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Is “an economic storm brewing”? – Industry experts comment on UK inflation figures

In response to the latest UK inflation figures, six financial and investment professionals share their thoughts and discuss the implications. 

Neil Messenger, Director of Client and Markets at 1825, comments:

“After unexpectedly exceeding the government’s 2% target in May, there now appears to be no stopping inflation – rising to 2.5% in June.

“And with each step out of lockdown comes another boost to consumer confidence and demand – so the fast approaching ‘freedom day’ is likely to push that figure even higher.

“The Central Bank has done its due-diligence and sought to calm fears about inflation. However, they’ve also made it clear that they plan to let it gradually subside rather than take action.

“With no way of knowing how long this could take, we would encourage those with savings to act now to do what they can to beat rising inflation. This might seem particularly hard in a low-interest rate environment, but there are options out there to help make your money work harder for you.”

Derrick Dunne, CEO of YOU Asset Management, warns “an economic storm is brewing”. Derrick continues:

“As UK consumers continued to welcome the easing of restrictions, there were widespread upward contributions in June across transport, recreation and household services in particular. With the 19th of July now formally confirmed for our full ‘unlocking,’ we can expect demand to continue to surge in the weeks and months to come.

“Indeed, the question still for UK economists is just how high inflation will rise, with some predicting a peak this year of up to 4% – beating even the official forecast of 3%. This would unavoidably result in a sharper and/or faster rise in rates than first expected, and investors should look to protect their plans against this possibility whilst also embracing the economic recovery.

Derrick concludes that the “data leaves us in no doubt at all that for UK consumers and the Bank of England, inflation will remain a force to be reckoned with.”

Ben Lord, manager of the M&G Inflation Linked Corporate Bond Fund, comments:

“There was little controversy among investors at the start of this year that we could expect to see some higher inflation prints during 2021.  I think it’s still too early to tell whether these higher inflation numbers are part of a more structural increase to inflation, though [yesterday’s] 2.5% print nudges the balance in favour of that view.

“I think there are two things we need to see before we can really answer that question: first, how the service sector unlocks and what more permanent changes we may see from the pandemic; and, second, how the UK’s fiscal response evolves (will it, as Biden has chosen in the US, be a policy of growing into our debt burden, or will it be austerity?).

“We may get clearer answers to those questions over the second half and into 2022: then, too, I can take a view on whether UK inflation valuations are expensive, or rather entering a new, higher-inflation regime.  For now, I think the BoE will remain similarly patient before acting.  Until markets get more clarification of what central banks mean by “transitory” and “persistent”, they will continue to struggle to predict central banks’ actions.”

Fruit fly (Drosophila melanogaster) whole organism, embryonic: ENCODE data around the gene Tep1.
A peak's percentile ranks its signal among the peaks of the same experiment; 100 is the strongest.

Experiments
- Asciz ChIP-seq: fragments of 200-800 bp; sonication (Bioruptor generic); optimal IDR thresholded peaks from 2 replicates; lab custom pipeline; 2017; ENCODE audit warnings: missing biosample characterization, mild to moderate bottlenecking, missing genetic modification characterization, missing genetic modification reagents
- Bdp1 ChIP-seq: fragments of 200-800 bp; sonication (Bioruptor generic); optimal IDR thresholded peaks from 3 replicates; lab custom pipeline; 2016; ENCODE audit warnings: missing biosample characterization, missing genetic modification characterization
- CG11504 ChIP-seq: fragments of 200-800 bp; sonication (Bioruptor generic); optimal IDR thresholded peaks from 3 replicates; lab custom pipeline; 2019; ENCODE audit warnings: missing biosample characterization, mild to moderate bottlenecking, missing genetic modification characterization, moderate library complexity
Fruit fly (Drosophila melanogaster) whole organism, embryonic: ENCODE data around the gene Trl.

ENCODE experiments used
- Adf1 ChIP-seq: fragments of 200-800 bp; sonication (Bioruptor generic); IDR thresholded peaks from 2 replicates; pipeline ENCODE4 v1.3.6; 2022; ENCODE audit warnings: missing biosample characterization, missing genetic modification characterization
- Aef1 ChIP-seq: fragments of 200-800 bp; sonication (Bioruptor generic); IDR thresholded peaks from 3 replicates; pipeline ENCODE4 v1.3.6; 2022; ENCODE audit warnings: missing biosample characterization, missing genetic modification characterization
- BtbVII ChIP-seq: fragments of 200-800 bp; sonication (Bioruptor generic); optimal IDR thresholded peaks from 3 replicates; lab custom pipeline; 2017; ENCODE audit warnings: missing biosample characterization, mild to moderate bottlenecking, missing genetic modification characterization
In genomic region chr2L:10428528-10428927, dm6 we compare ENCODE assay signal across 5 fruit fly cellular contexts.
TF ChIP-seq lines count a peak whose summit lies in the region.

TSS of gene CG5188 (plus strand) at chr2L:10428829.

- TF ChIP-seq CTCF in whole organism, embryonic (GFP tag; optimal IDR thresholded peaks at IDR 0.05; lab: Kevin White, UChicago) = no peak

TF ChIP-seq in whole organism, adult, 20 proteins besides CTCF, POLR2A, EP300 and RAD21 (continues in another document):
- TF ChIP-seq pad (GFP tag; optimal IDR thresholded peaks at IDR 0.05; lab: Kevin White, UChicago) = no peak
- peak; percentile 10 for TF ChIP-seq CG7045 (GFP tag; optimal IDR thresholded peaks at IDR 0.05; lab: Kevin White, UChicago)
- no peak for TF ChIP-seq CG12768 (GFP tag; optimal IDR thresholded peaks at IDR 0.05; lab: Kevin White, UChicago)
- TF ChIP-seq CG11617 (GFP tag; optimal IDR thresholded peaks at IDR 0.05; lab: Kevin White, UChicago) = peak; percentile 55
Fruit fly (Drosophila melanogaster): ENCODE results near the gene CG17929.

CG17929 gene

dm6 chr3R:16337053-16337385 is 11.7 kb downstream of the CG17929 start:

Robert Alster, CIO at Close Brothers Asset Management, comments:

“Inflation is likely to oscillate in the coming months as the economy starts to see the benefit of next week’s removal of social restrictions coupled with resulting labour supply shortages.

“In ‘normal’ times it’s possible that the Bank of England might consider deploying tools to keep a lid on inflation over the summer. But these are not normal economic times. With the Furlough Scheme coming to an end, and the possibility – hopefully remote – of social restrictions being reintroduced towards the winter – the Bank will be keen to hold off from making any decision on interest rates unless inflation looks like it’s rising too quickly.”

Kel Nwanuforo, investment consultant at Asset Intelligence, comments:

“Yet another monthly data release has brought with it news of higher inflation. The recovery in the labour market, coupled with a series of stubborn supply-chain disruptions resulting from the pandemic, have combined to push prices higher.

“The latest noises from the Bank of England suggest that the MPC remains relaxed, believing that inflation will fall back again as the economy gradually returns to a more normal state. This does appear to be the likeliest scenario but policymakers will no doubt be keen to avoid inflationary psychology taking root among consumers before that time.

“[The] figures underline that it remains critically important for savers and investors to ensure that they have strategies in place which can protect the real-terms purchasing power of their capital.”

Rupert Thompson, CIO at integrated wealth management group Kingswood, summarises the UK inflation figures and notes the pressure inflation is putting on the Bank of England. Rupert comments:

“UK inflation picked up considerably more than expected in June, rising to 2.5% from 2.1%. The core rate of inflation also climbed to 2.3% from 2.0%. These numbers will undoubtedly increase inflation nerves at the Bank of England even though a rise to 3% later in the year is already expected. Andy Haldane, the Bank’s recently departed chief economist, only recently warned of the danger of inflation hitting as high as 4%. This data also comes hard on the heels of yesterday’s news that US inflation rose to a higher than expected 5.4% in June.”

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